Using Modularity to Tailor Transit Systems

Using Modularity to Tailor Transit Systems


R Hesse, TransTec, DE



Among core expectations of public transport users usually considered are

* high service frequencies and regular headways

* direct links or at least minimum transfers

* high travel speeds on origin to destination (door to door) basis

* comfortable, modern vehicles and stops / stations

* accessible facilities and rolling stock

* affordable fare levels. There is no doubt that modern rail and road based transit system enable meeting these demands. In some cases, passengers' needs are however contradictory to what system are traditionally able to accommodate, such as the combinations of

* high commercial speeds and short distances between stops * high speed rural lines and direct access to city centre streets.

Tailoring transit systems around customers' needs sometimes means to overcome boundaries of systems traditionally distinguished, such as railways and tramways, and to combine elements of both. (The same applies to rail and bus systems, where recent guided bus applications combine both bus and tramway elements.) Transit systems with light and heavy rail features have become quite popular in recent years and are good examples for

* how to use modularity to tailor systems

* how to identify suitable cost-effective technologies and

* how to design systems around desired services (rather than vice versa). Meanwhile, some 20 such systems are operating or seriously considered world wide, with a wide rangefrom full integration of light and heavy rail to just converting (used or disused) railway corridors to create tramways. It is obvious that there is a range of success factors common to these systems such as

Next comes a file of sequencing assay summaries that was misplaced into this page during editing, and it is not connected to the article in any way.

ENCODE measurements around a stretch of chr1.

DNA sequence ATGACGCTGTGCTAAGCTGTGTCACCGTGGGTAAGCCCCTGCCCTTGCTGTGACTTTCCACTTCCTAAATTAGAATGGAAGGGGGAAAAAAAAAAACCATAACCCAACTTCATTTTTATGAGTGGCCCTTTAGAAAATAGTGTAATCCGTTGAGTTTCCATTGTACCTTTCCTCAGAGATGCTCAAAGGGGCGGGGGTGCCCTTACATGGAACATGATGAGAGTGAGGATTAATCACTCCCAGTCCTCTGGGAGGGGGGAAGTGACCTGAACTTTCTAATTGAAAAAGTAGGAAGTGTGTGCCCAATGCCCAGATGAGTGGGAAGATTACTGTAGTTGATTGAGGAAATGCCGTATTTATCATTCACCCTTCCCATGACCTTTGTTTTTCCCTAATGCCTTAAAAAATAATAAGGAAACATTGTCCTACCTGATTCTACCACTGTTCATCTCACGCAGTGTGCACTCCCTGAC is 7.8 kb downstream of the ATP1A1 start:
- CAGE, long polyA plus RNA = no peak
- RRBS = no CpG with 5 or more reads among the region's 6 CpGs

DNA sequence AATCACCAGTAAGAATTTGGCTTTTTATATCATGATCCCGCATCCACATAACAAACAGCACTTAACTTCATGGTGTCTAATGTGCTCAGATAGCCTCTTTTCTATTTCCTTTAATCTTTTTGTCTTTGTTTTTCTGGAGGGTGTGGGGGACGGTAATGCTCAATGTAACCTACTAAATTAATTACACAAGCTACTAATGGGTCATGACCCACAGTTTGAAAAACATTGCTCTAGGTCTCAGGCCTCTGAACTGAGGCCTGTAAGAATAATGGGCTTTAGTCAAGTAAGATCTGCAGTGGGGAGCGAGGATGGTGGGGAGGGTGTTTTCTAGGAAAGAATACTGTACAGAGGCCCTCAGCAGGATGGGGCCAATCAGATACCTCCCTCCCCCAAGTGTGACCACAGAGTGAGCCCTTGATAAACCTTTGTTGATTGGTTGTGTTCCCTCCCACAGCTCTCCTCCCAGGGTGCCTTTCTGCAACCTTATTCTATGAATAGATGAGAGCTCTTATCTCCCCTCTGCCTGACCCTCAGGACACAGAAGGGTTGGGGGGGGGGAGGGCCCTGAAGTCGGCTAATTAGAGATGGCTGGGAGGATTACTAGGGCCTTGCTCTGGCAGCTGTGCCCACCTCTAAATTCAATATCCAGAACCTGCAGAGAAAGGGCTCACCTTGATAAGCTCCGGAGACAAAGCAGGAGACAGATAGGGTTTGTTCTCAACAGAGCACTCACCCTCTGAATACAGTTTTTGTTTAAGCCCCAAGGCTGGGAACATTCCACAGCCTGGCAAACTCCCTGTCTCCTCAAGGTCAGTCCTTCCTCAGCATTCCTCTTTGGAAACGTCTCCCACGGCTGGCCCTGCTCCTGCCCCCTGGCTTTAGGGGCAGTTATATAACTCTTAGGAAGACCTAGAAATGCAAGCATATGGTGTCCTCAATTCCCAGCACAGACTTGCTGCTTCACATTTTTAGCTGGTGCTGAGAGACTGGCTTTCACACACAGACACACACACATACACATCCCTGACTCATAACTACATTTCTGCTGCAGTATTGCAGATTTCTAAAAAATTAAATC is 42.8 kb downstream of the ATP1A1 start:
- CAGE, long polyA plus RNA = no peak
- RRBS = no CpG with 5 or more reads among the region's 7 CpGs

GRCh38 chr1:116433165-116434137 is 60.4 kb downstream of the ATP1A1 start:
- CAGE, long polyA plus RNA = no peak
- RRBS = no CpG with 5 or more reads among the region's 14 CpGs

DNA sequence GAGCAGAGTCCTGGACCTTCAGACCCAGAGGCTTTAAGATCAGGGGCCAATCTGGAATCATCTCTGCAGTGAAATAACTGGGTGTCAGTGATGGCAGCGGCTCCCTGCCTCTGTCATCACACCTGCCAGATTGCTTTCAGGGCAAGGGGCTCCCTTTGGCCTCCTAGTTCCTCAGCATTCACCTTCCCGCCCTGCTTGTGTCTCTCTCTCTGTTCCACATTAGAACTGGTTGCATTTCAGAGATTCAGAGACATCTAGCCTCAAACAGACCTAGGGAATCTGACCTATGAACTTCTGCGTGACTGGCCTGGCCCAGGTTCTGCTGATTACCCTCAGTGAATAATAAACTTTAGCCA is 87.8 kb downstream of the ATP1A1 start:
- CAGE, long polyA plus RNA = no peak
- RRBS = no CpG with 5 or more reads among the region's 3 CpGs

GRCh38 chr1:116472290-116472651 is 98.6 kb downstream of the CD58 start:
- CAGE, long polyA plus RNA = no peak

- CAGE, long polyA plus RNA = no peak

* providing direct links between city centres and suburbs

* increasing the number of stops and reducing their distances to customers' doorsteps

* facilitating usage of modern, lightweight rolling stock

* allowing greater flexibility to adapt to different environments. The essential success factor may however be cost-effectiveness, with

* affordable off-the-shelve products combined in intelligent ways,

* complemented by a smaller number of purpose designed elements. Today, all such elements are available from different suppliers on a competitive basis, leaving the need to be combined to tailored systems and to deliver design criteria with adequate sustainability for future extensions. The presentation gives an overview of

* which customers' expectations can be addressed by such systems

* how elements can be used to tailor transit systems and

* which success factors can be derived from recent experience. Examples shown include systems where light rail is extended into heavy rail (which is the common approach) as well as a system where the opposite took place, with heavy rail sharing a tramway right ofway in the inner city. Examples comprise

* Karlsruhe and Saarbrücken where light and heavy rail are integrated, and urban tramways extend intothe region

* Cologne - Bonn where light rail is combined with heavy goods service for decades

* Manchester where converted heavy rail lines are linked by an inner-city tramway

* Paris (Val de Seine) where a suburban line was converted to light rail and extended into the heart of passenger demand (La Défense)

* Kassel with daytime tramway and night time freight services on the same line

* Croydon and Porto where light rail systems were / are created out of railway corridors to a large extent and

* Zwickau (Vogtlandbahn) where standard gauge diesel trains share an inner-city alignment with metre-gauge tramways.


Association for European Transport